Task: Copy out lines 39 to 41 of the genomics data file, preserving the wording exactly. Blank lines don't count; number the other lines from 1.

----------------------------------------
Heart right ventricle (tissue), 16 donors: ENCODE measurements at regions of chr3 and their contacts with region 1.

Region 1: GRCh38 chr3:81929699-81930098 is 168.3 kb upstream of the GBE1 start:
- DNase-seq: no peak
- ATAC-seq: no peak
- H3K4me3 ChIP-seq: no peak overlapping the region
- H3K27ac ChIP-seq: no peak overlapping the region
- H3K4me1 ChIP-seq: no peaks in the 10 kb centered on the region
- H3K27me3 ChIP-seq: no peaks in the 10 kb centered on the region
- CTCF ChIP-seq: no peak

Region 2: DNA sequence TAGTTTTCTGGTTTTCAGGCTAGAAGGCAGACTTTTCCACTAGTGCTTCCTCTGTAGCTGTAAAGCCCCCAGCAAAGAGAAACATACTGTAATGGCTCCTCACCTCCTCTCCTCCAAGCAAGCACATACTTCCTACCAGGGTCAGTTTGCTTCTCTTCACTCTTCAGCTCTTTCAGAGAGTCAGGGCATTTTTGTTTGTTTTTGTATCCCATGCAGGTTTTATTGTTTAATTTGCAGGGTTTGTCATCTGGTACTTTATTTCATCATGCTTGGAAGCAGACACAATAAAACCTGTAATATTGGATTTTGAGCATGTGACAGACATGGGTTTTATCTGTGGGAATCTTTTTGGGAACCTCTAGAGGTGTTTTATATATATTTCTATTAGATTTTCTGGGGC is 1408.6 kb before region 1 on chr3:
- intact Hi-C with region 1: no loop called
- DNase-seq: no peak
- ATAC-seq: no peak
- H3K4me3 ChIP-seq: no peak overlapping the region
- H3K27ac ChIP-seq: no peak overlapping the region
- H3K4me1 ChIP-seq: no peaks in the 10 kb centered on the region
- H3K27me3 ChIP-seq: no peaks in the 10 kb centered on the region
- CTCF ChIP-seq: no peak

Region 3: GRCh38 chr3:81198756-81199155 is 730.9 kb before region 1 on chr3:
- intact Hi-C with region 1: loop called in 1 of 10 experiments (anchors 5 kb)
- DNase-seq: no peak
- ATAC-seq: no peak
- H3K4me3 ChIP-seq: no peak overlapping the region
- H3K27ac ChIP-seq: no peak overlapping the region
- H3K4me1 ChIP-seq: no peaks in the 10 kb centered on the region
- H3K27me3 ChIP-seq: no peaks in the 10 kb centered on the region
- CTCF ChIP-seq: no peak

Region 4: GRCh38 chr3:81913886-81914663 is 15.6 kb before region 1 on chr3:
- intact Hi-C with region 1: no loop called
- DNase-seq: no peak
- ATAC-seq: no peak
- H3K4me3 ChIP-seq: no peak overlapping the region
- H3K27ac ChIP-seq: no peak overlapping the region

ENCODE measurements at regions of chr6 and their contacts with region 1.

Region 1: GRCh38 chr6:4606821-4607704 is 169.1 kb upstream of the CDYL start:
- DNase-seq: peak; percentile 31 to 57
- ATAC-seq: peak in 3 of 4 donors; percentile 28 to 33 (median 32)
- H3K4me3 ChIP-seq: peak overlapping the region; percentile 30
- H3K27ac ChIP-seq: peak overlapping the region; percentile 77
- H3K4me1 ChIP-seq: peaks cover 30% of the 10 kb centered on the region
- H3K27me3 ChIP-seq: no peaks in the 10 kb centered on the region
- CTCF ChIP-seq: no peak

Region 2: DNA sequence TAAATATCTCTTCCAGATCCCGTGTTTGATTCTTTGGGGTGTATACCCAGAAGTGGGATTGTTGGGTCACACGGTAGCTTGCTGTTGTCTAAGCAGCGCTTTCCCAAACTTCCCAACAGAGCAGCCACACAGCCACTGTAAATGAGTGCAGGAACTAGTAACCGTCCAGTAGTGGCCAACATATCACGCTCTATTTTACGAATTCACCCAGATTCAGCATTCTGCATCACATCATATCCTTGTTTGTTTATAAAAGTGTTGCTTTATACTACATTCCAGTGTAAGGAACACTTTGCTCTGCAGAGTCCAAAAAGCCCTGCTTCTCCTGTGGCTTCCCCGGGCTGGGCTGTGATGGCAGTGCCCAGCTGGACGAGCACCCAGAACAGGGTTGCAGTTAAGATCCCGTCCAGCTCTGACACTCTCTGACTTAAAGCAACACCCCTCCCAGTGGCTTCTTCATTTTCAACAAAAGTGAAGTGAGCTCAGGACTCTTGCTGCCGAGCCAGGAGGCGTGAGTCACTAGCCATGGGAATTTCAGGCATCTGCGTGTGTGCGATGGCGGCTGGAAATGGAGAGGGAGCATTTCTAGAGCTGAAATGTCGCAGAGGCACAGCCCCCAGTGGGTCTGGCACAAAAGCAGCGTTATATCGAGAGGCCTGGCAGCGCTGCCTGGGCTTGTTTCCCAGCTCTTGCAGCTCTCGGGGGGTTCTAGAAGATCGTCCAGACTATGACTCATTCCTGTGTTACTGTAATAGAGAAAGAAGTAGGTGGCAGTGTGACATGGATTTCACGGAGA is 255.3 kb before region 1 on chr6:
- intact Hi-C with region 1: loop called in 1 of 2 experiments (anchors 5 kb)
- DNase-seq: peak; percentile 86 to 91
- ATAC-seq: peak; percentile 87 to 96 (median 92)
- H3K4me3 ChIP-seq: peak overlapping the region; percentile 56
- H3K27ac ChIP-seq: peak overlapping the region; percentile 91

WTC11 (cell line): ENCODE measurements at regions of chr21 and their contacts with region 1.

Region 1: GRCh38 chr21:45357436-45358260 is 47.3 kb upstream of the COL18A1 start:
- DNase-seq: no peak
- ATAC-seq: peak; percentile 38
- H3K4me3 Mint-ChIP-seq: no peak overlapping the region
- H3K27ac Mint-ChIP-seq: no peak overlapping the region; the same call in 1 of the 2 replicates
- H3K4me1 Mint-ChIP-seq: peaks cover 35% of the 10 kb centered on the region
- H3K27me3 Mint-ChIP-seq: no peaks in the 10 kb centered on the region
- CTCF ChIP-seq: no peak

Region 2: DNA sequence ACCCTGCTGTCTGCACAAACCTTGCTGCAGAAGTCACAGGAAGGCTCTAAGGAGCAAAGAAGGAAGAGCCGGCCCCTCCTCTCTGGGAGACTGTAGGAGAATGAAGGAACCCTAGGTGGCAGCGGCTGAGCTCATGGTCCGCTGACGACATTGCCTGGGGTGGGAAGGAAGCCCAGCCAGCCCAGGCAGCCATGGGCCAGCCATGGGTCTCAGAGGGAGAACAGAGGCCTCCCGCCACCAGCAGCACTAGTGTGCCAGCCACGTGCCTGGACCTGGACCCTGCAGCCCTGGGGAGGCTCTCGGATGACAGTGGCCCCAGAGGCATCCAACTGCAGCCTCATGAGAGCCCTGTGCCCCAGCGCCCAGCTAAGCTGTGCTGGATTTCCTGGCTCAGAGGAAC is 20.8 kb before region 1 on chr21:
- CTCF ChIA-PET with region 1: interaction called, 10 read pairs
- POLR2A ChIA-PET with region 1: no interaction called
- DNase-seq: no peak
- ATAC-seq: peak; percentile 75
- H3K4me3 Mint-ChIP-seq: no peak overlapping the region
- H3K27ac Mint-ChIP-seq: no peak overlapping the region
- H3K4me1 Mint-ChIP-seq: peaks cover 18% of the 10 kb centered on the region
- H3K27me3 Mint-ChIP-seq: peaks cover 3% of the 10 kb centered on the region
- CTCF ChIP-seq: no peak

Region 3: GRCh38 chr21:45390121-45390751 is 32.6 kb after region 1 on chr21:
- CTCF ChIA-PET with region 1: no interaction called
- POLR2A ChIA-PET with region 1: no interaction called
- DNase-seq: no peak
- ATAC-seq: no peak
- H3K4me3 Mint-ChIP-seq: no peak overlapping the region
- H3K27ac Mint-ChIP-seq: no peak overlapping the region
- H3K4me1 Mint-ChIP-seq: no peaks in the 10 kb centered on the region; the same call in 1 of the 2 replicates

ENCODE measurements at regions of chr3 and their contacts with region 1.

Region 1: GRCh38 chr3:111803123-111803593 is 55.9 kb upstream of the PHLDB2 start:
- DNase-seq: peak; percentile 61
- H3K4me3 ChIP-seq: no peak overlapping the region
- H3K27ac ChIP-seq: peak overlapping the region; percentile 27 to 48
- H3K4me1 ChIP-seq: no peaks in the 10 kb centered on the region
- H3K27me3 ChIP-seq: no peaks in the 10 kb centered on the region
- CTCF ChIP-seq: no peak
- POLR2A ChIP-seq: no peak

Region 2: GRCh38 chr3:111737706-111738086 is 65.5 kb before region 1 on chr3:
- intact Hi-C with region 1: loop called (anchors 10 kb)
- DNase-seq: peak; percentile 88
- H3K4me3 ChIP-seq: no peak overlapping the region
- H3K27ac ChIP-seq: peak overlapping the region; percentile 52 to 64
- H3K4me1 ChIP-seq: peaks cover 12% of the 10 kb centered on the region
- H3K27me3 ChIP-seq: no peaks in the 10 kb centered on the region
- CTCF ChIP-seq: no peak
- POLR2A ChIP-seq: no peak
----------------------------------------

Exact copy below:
- H3K27ac ChIP-seq: peak overlapping the region; percentile 77
- H3K4me1 ChIP-seq: peaks cover 30% of the 10 kb centered on the region
- H3K27me3 ChIP-seq: no peaks in the 10 kb centered on the region